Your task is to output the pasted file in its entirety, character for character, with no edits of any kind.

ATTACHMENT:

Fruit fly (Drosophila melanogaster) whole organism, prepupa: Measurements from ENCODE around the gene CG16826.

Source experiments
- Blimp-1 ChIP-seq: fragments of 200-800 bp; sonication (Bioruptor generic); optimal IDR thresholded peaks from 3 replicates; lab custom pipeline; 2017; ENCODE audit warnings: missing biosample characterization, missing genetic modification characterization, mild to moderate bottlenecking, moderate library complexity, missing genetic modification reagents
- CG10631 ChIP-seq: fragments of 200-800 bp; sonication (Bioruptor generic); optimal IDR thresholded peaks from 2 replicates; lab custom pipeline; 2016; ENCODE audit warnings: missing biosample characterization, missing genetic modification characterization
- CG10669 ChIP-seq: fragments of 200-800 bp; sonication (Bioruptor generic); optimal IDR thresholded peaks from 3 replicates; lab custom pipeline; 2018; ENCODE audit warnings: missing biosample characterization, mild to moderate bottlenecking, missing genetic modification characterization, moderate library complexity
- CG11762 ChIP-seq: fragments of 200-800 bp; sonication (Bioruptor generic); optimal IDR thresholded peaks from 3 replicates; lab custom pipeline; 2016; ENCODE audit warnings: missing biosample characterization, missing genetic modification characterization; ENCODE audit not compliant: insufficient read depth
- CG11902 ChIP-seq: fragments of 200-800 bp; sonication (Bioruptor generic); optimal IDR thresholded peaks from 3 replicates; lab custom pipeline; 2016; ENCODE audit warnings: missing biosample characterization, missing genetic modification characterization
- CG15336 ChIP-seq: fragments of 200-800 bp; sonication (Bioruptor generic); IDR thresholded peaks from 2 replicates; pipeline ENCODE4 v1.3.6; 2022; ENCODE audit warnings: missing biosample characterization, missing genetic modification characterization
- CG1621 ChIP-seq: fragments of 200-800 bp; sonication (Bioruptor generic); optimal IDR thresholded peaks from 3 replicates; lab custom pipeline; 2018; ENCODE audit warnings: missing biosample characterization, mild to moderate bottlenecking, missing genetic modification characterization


Fruit fly (Drosophila melanogaster) whole organism, prepupa: Measurements from ENCODE around the gene CG16826.

Source experiments
- Blimp-1 ChIP-seq: fragments of 200-800 bp; sonication (Bioruptor generic); optimal IDR thresholded peaks from 3 replicates; lab custom pipeline; 2017; ENCODE audit warnings: missing biosample characterization, missing genetic modification characterization, mild to moderate bottlenecking, moderate library complexity, missing genetic modification reagents
- CG10631 ChIP-seq: fragments of 200-800 bp; sonication (Bioruptor generic); optimal IDR thresholded peaks from 2 replicates; lab custom pipeline; 2016; ENCODE audit warnings: missing biosample characterization, missing genetic modification characterization
- CG10669 ChIP-seq: fragments of 200-800 bp; sonication (Bioruptor generic); optimal IDR thresholded peaks from 3 replicates; lab custom pipeline; 2018; ENCODE audit warnings: missing biosample characterization, mild to moderate bottlenecking, missing genetic modification characterization, moderate library complexity
- CG11762 ChIP-seq: fragments of 200-800 bp; sonication (Bioruptor generic); optimal IDR thresholded peaks from 3 replicates; lab custom pipeline; 2016; ENCODE audit warnings: missing biosample characterization, missing genetic modification characterization; ENCODE audit not compliant: insufficient read depth
- CG11902 ChIP-seq: fragments of 200-800 bp; sonication (Bioruptor generic); optimal IDR thresholded peaks from 3 replicates; lab custom pipeline; 2016; ENCODE audit warnings: missing biosample characterization, missing genetic modification characterization
- CG15336 ChIP-seq: fragments of 200-800 bp; sonication (Bioruptor generic); IDR thresholded peaks from 2 replicates; pipeline ENCODE4 v1.3.6; 2022; ENCODE audit warnings: missing biosample characterization, missing genetic modification characterization
- CG1621 ChIP-seq: fragments of 200-800 bp; sonication (Bioruptor generic); optimal IDR thresholded peaks from 3 replicates; lab custom pipeline; 2018; ENCODE audit warnings: missing biosample characterization, mild to moderate bottlenecking, missing genetic modification characterization